Teen mothers on three American Indian reservations improved on several measures of parenting after participating in Family Spirit, a home-visiting intervention developed with NIDA support. At 12 months postpartum, the women’s children exhibited reduced rates of emotional difficulties predicting later drug abuse and other behavioral problems. Infants at highest risk—those whose mothers had histories of drug abuse—benefited the most.
Los cigarrillos electrónicos (también llamados eCigarrillos, eCig o sistemas electrónicos de suministro de nicotina) son dispositivos sin humo que funcionan con pilas y están diseñados para proporcionar nicotina con saborizantes u otras sustancias químicas a los pulmones de los usuarios sin que sea necesaria la combustión del tabaco (la fuente habitual de la nicotina). Por lo general, se fabrican para parecerse a los cigarrillos, cigarros o pipas normales de tabaco, o incluso a los artículos de uso diario como bolígrafos o lápices de memoria USB.
Presents research-based principles of adolescent substance use disorder treatment; covers treatment for a variety of drugs including, illicit and prescription drugs, alcohol, and tobacco; presents settings and evidence-based approaches unique to treating adolescents.
A meta-analysis of 13 genome-wide association studies of African Americans’ smoking patterns confirms the significance of genetic variation in region 15q25.1. The analysis also tentatively implicates several genome locations that have not previously been associated with smoking behaviors.
Electronic cigarettes (also called e-cigarettes or electronic nicotine delivery systems) are smokeless, battery operated devices designed to deliver nicotine with flavorings or other chemicals to the lungs of users without burning tobacco (the usual source of nicotine). They are typically manufactured to resemble regular tobacco cigarettes, cigars, pipes, or even everyday items like pens or USB memory sticks. More than 250 different e-cigarette brands are currently on the market.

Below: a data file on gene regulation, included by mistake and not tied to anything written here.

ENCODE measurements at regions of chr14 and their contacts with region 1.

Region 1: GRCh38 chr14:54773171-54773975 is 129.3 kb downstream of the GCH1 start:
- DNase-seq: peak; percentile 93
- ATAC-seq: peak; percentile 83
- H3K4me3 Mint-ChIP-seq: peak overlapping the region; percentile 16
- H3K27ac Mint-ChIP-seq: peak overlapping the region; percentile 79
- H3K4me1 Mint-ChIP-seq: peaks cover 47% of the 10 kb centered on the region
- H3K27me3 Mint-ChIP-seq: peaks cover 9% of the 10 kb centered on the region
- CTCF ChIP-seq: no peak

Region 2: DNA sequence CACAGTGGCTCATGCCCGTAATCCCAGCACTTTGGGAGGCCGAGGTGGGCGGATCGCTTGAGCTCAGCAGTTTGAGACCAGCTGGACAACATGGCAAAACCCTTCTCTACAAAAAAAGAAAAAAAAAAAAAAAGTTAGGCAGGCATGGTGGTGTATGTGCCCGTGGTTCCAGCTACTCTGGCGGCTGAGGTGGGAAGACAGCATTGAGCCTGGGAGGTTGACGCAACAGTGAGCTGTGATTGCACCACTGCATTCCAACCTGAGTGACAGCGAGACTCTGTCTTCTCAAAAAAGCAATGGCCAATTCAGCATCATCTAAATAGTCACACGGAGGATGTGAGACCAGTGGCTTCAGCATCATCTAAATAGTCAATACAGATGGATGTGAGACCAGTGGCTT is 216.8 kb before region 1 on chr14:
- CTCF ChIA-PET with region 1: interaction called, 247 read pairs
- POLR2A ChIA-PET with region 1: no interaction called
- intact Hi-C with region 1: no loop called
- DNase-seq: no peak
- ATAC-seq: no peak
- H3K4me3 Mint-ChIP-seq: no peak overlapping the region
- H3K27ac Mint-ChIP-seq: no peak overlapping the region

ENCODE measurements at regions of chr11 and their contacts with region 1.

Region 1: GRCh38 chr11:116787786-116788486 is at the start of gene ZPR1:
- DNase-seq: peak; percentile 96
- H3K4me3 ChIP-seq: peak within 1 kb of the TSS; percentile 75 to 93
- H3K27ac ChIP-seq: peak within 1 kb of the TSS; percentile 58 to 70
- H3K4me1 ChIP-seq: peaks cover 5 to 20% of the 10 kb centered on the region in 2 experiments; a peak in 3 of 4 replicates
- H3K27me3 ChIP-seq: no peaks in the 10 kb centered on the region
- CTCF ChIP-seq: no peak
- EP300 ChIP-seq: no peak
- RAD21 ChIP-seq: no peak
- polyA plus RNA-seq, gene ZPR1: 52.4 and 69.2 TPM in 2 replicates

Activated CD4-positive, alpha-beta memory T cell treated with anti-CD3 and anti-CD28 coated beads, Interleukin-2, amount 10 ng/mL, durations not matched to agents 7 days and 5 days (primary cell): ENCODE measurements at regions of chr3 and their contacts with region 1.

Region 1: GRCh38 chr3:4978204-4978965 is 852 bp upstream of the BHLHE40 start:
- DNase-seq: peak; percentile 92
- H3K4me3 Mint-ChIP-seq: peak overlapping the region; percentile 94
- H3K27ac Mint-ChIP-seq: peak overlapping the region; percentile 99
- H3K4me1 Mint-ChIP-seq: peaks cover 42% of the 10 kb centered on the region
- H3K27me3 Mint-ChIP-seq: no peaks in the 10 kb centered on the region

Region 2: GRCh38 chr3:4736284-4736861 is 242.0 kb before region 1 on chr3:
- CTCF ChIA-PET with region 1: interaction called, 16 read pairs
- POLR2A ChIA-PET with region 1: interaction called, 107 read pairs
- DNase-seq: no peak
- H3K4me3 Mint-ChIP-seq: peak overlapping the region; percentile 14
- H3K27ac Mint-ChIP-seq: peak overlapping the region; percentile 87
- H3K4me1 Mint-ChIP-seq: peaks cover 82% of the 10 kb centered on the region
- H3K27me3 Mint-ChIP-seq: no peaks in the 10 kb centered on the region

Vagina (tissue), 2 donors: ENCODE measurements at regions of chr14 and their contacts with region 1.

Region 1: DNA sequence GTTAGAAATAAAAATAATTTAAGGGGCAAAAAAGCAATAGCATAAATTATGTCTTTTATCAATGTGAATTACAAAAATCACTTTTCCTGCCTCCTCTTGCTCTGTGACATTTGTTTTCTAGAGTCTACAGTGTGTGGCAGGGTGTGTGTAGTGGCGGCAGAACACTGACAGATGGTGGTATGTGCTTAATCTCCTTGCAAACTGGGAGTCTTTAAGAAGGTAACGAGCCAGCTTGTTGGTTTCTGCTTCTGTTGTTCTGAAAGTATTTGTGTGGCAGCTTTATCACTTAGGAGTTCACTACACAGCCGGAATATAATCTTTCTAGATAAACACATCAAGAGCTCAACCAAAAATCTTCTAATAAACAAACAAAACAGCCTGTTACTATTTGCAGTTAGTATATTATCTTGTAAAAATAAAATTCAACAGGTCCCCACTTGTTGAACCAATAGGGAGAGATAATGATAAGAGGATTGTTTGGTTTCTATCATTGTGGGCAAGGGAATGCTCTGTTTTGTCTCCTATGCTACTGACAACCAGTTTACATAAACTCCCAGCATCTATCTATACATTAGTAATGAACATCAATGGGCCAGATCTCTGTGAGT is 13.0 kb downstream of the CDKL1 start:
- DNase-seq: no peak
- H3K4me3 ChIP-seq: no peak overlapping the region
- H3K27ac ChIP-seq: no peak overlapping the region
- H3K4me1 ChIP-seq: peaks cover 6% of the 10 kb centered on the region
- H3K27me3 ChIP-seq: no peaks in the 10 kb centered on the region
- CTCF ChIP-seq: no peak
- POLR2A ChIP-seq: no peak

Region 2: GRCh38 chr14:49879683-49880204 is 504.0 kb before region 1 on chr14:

Women who reached their majority in states with policies that restricted teens’ access to tobacco products were less likely to smoke from ages 18-34 than women in states without those policies. The research did not demonstrate that the policies had a comparable impact on men’s smoking.
Dr. Marilyn Huestis of NIDA’s Intramural Research Program talks about conducting research on drug effects with human subjects, developing tests to help law enforcement identify drugged drivers, and an assay to help identify children whose prenatal exposure to anti-HIV drugs may put them at risk for adverse developmental outcomes.